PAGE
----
Harvard scholar Ben Urwand is a mild-mannered man in his mid-30s whose new book, The Collaboration: Hollywood’s Pact with Hitler, has provoked some strong jewish criticism.
“It’s a disgrace,” says David Denby, one of the top jewish film critics. “I’ve called for Harvard University Press to withdraw it. It’s full of unproved assertions,” he claims. “Slanderous and ahistorical” is how another of Urwand’s detractors, Brandeis University historian Thomas Doherty, describes the book in remarks published in the trade publication The Hollywood Reporter. Doherty, who is the author of the recently published competing narrative Hollywood and Hitler: 1933-1939, has been among Urwand’s most vocal critics.
What Ben Urwand has attempted to do in his book, based on ten years of research in Germany and the United States, is shift the narrative on Hollywood in the 1930s. He makes the case that the men who ran the studios, far from being saintly figures opposed to Hitler’s growing power in Europe, acquiesced to the demands of the Nazis and even collaborated with them.
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One of the most audacious charges is that one studio even financed German weaponry. “MGM, to get its money out of Germany, was investing in the production of German armaments – that was the single most shocking find,” says Urwand.
“The studio executives wanted to preserve business in Germany all through the 1930s,” says the author. “And what they did was they invited the Nazi German consul in Los Angeles to their studios and showed him pictures that could be potentially offensive to Germany and they would allow him to make cuts to their pictures.”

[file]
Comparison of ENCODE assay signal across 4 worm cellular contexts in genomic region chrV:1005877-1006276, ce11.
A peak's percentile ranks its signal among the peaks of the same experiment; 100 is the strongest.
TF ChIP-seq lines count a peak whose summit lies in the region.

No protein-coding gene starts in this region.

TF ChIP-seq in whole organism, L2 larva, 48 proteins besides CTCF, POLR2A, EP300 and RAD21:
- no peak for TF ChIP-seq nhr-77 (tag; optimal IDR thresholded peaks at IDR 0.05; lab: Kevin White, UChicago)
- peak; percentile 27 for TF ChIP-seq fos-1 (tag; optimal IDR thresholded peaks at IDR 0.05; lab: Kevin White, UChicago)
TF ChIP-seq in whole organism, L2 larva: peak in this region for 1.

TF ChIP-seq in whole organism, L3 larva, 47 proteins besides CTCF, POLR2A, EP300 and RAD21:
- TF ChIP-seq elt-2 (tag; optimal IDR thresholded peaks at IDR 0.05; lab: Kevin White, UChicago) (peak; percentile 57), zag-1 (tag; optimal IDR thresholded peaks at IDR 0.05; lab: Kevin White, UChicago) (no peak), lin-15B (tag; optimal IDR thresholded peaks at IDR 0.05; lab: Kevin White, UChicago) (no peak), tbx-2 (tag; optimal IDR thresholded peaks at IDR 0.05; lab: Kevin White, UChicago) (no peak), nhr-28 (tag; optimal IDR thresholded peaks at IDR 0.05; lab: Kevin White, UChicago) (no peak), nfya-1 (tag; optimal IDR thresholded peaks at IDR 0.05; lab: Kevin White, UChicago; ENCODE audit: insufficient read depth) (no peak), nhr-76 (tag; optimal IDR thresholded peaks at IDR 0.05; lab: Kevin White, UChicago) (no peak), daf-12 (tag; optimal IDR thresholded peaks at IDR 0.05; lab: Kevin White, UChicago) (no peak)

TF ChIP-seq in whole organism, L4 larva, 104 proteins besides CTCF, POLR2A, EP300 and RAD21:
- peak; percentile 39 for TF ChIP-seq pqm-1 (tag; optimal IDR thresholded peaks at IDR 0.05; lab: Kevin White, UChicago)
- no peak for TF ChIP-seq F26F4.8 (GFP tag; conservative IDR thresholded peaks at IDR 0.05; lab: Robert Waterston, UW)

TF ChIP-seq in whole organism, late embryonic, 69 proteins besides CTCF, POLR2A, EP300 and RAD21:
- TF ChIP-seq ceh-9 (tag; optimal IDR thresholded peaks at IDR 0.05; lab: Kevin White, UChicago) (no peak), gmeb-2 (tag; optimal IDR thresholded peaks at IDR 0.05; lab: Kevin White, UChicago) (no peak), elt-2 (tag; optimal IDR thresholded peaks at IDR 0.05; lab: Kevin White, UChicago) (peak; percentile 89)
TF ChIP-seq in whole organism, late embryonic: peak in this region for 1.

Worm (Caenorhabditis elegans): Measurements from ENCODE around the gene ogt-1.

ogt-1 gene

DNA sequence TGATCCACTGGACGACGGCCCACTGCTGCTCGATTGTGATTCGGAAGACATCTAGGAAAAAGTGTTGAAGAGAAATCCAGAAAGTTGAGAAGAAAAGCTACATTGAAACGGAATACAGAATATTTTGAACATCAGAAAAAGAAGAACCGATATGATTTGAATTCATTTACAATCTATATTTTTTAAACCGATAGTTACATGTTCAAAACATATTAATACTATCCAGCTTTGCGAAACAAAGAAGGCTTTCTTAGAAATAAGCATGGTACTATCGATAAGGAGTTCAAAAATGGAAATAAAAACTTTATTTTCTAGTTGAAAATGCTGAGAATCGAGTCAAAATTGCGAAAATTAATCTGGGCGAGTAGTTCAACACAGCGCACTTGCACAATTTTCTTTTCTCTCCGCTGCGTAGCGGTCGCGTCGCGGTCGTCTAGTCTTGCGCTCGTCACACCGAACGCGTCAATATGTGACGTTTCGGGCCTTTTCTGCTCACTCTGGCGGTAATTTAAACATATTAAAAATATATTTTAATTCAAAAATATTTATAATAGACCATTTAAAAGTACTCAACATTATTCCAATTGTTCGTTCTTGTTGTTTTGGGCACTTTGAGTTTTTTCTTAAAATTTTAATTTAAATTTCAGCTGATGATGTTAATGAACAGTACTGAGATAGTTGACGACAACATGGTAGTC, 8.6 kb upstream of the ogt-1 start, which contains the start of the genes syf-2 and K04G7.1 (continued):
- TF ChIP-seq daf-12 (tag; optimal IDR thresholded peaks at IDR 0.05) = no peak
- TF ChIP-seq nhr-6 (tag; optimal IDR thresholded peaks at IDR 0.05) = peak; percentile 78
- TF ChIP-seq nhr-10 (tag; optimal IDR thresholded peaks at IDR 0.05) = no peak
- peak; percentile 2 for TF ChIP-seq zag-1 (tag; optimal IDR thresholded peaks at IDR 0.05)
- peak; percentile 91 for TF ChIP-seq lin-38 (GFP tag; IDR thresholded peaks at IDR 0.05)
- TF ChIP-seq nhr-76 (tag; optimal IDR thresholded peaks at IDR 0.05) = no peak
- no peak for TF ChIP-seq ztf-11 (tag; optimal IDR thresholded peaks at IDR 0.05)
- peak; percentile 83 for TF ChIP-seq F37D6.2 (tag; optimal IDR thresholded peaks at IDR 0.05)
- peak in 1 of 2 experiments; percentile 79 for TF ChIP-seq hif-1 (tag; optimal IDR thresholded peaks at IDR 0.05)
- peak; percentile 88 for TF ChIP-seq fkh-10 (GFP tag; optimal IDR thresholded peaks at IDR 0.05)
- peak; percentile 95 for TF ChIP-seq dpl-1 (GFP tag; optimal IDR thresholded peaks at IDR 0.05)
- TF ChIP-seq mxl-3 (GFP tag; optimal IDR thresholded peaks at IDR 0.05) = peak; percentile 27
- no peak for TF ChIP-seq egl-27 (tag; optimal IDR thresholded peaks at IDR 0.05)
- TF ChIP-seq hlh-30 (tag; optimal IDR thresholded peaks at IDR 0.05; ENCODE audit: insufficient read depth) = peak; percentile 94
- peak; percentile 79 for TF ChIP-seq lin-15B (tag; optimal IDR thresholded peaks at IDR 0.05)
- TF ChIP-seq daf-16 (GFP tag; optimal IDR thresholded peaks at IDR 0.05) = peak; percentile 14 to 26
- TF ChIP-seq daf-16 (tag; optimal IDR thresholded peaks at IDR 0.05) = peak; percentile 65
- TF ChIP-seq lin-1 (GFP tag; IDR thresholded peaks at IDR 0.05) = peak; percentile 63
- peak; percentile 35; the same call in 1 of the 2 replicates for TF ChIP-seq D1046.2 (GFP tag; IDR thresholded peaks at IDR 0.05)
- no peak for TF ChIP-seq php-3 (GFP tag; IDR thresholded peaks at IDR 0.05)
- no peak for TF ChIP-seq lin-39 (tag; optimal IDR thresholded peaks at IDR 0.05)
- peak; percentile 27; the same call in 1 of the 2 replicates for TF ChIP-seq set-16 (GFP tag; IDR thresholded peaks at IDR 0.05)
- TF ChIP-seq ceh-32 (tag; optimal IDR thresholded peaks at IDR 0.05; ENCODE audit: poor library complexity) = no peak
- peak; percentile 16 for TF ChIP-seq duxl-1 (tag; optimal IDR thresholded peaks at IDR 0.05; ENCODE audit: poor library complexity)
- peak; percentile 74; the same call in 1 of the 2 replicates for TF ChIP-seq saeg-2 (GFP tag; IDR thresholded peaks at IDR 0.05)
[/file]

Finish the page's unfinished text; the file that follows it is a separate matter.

Hitler’s man in Hollywood
The Third Reich’s diplomatic representative in LA, Georg Gyssling, who has been referred to as ‘Hitler’s Hollywood consul’, had a specific brief to monitor the activities of the studios. By all accounts he was extremely diligent in his duties.
The Nazis, according to Urwand, could also prevent movies from being made. He claims a Hollywood film about Hitler’s treatment of the Jews was never produced because of Nazi pressure. “In 1933 the great Hollywood screenwriter, Herman Mankiewicz, who wrote Citizen Kane, came up with a script about Hitler’s persecution of the Jews in which he predicted that this would lead to the killing of the Jews. The Nazi German consul told studio executives that if any studio made this picture then all of the Hollywood studios would be banned from the German market.”
But why would the studio heads, most of whom were Jewish, so willingly agree to shape their movies to please Nazi sensibilities? Urwand suggests it was all about maintaining access to the German market.
Urwand’s critics claim he has got it wrong – that the German market wasn’t consistently lucrative in the 1930s. On this point, Urwand concedes that box office revenues really started to dwindle by about 1936 – and that in 1937 one US studio sustained a loss in Germany. But he maintains Hollywood was thinking in the long term – it wanted to maintain a business relationship to ensure it had access to markets in Germany and other European countries that Hitler might conquer should the Third Reich prevail.
Some of Urwand’s detractors also maintain he has overplayed the role and influence of the German consul in Hollywood. Steven J Ross, Professor of History at USC, who is working on a book called Hitler in Los Angeles: How Jews and their Spies Foiled Nazi and Fascist Plots Against America, argues that it wasn’t George Gyslling who had the power but local American officials enforcing the Motion Picture Production Code. The Production Code was a set of self-imposed guidelines that Hollywood adopted. Its stipulations governed how filmmakers could cover a wide range of subjects – everything from sex, drugs and murder to the depiction of American flag. Ross notes that it also “prohibited any studio from making a film that denigrated any foreign country or leader. So that meant that most of the efforts to produce anti-fascist films didn’t get produced not because of Gyssling but because of the Production Code censors simply refusing to allow it to be made because it violated the code.”